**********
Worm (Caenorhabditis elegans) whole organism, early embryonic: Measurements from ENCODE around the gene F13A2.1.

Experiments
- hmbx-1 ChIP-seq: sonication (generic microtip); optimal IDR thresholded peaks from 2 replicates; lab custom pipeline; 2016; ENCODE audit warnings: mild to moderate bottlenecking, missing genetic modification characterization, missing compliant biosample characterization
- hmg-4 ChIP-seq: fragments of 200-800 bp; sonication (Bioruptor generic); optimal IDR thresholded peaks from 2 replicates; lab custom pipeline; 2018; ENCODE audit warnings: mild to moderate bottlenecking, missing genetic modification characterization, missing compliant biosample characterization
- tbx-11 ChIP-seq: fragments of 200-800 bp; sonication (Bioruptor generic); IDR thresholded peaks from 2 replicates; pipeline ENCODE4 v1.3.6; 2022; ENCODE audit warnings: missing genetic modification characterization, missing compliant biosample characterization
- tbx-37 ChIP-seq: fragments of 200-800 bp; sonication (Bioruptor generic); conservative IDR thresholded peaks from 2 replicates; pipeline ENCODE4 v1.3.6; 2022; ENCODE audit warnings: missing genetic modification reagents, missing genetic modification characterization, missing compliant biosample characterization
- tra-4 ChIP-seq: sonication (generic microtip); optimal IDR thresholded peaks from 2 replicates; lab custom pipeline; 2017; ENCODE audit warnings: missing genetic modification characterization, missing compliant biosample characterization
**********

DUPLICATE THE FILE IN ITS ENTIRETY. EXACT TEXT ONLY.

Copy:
Worm (Caenorhabditis elegans) whole organism, early embryonic: Measurements from ENCODE around the gene F13A2.1.

Experiments
- hmbx-1 ChIP-seq: sonication (generic microtip); optimal IDR thresholded peaks from 2 replicates; lab custom pipeline; 2016; ENCODE audit warnings: mild to moderate bottlenecking, missing genetic modification characterization, missing compliant biosample characterization
- hmg-4 ChIP-seq: fragments of 200-800 bp; sonication (Bioruptor generic); optimal IDR thresholded peaks from 2 replicates; lab custom pipeline; 2018; ENCODE audit warnings: mild to moderate bottlenecking, missing genetic modification characterization, missing compliant biosample characterization
- tbx-11 ChIP-seq: fragments of 200-800 bp; sonication (Bioruptor generic); IDR thresholded peaks from 2 replicates; pipeline ENCODE4 v1.3.6; 2022; ENCODE audit warnings: missing genetic modification characterization, missing compliant biosample characterization
- tbx-37 ChIP-seq: fragments of 200-800 bp; sonication (Bioruptor generic); conservative IDR thresholded peaks from 2 replicates; pipeline ENCODE4 v1.3.6; 2022; ENCODE audit warnings: missing genetic modification reagents, missing genetic modification characterization, missing compliant biosample characterization
- tra-4 ChIP-seq: sonication (generic microtip); optimal IDR thresholded peaks from 2 replicates; lab custom pipeline; 2017; ENCODE audit warnings: missing genetic modification characterization, missing compliant biosample characterization